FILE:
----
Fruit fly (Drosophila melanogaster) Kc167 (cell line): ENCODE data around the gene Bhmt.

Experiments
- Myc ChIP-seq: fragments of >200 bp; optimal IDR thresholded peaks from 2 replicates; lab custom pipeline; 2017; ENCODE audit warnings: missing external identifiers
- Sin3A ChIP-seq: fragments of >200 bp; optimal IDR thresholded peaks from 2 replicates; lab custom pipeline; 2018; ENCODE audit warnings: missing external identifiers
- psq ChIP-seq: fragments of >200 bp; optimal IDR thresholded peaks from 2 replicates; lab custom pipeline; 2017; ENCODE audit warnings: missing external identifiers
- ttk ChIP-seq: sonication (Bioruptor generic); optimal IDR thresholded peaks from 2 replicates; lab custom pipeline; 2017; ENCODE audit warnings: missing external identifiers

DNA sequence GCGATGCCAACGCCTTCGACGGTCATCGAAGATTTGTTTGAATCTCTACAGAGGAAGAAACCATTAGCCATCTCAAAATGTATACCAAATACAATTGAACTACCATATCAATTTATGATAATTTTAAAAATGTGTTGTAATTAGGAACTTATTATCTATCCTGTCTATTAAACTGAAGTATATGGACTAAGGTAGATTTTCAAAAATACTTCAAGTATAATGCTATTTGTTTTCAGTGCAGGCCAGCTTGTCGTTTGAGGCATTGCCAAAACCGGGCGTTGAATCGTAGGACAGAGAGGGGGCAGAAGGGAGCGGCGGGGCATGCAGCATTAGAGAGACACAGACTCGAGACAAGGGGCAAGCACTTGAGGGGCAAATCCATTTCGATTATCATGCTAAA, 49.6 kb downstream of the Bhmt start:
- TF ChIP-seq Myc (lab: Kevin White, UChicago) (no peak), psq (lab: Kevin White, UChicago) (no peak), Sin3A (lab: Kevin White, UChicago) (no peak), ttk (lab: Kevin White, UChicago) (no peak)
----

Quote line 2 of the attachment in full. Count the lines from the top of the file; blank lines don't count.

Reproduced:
Experiments